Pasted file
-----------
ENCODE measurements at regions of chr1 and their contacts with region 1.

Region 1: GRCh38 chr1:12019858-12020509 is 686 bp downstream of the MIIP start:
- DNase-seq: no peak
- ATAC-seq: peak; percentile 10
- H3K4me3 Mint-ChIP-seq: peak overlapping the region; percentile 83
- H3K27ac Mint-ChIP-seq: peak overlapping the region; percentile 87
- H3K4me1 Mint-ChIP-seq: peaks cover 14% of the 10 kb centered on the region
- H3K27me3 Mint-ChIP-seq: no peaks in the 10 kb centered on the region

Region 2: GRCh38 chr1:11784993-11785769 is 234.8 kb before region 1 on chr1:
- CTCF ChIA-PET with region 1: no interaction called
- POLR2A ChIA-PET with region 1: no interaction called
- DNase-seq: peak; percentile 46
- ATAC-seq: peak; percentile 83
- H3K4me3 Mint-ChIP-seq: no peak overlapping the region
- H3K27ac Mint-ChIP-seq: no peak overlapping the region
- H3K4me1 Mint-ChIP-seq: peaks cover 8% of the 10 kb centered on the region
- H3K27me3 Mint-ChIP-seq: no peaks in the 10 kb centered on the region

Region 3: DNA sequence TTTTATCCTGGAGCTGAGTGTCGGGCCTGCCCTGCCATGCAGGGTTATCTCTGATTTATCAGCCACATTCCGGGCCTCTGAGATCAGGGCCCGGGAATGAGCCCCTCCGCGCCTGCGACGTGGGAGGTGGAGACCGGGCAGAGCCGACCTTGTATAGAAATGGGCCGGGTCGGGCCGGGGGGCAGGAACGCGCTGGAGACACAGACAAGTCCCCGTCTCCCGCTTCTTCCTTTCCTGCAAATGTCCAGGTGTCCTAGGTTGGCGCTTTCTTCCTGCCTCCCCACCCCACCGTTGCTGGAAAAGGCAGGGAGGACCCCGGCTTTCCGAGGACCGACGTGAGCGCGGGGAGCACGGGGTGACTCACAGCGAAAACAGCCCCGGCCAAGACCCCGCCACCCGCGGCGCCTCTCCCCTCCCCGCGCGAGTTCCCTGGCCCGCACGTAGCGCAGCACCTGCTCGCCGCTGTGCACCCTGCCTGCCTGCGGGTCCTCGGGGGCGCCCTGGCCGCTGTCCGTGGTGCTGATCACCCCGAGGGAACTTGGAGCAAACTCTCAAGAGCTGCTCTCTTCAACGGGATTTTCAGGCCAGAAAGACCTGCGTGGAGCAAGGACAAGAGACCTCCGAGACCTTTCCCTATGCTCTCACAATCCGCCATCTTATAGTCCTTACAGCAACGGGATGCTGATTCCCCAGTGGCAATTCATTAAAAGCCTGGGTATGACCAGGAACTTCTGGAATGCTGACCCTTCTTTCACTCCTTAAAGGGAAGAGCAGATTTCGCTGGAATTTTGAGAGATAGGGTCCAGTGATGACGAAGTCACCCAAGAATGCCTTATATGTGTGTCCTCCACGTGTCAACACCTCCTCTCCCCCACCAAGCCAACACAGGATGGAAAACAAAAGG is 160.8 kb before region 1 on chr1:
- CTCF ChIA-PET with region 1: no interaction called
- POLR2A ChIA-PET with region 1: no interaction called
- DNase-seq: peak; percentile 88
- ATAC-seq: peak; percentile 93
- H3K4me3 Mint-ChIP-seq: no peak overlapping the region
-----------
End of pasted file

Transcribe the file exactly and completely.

ENCODE measurements at regions of chr1 and their contacts with region 1.

Region 1: GRCh38 chr1:12019858-12020509 is 686 bp downstream of the MIIP start:
- DNase-seq: no peak
- ATAC-seq: peak; percentile 10
- H3K4me3 Mint-ChIP-seq: peak overlapping the region; percentile 83
- H3K27ac Mint-ChIP-seq: peak overlapping the region; percentile 87
- H3K4me1 Mint-ChIP-seq: peaks cover 14% of the 10 kb centered on the region
- H3K27me3 Mint-ChIP-seq: no peaks in the 10 kb centered on the region

Region 2: GRCh38 chr1:11784993-11785769 is 234.8 kb before region 1 on chr1:
- CTCF ChIA-PET with region 1: no interaction called
- POLR2A ChIA-PET with region 1: no interaction called
- DNase-seq: peak; percentile 46
- ATAC-seq: peak; percentile 83
- H3K4me3 Mint-ChIP-seq: no peak overlapping the region
- H3K27ac Mint-ChIP-seq: no peak overlapping the region
- H3K4me1 Mint-ChIP-seq: peaks cover 8% of the 10 kb centered on the region
- H3K27me3 Mint-ChIP-seq: no peaks in the 10 kb centered on the region

Region 3: DNA sequence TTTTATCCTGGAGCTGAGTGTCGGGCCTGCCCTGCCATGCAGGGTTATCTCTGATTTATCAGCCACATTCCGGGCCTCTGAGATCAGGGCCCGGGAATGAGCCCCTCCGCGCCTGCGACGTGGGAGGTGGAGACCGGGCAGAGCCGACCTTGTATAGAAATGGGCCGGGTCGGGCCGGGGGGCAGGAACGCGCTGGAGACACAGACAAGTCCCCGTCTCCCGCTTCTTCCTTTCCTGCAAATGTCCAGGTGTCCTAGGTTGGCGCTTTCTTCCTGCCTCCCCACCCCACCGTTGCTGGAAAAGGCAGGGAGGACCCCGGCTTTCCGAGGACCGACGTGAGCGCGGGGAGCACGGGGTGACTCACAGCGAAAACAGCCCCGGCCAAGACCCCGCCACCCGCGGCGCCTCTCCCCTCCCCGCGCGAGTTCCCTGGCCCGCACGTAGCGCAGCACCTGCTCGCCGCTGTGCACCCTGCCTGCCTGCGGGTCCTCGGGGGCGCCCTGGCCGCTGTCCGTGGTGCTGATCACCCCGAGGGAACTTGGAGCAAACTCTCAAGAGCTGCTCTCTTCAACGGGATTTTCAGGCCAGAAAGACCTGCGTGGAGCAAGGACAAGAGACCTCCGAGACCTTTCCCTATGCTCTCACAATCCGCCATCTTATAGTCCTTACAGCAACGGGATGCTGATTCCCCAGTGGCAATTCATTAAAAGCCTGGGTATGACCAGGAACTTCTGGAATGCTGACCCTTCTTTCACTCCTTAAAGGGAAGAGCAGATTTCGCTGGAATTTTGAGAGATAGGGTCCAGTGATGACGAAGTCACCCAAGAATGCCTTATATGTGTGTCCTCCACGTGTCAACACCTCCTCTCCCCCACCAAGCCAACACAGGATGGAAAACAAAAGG is 160.8 kb before region 1 on chr1:
- CTCF ChIA-PET with region 1: no interaction called
- POLR2A ChIA-PET with region 1: no interaction called
- DNase-seq: peak; percentile 88
- ATAC-seq: peak; percentile 93
- H3K4me3 Mint-ChIP-seq: no peak overlapping the region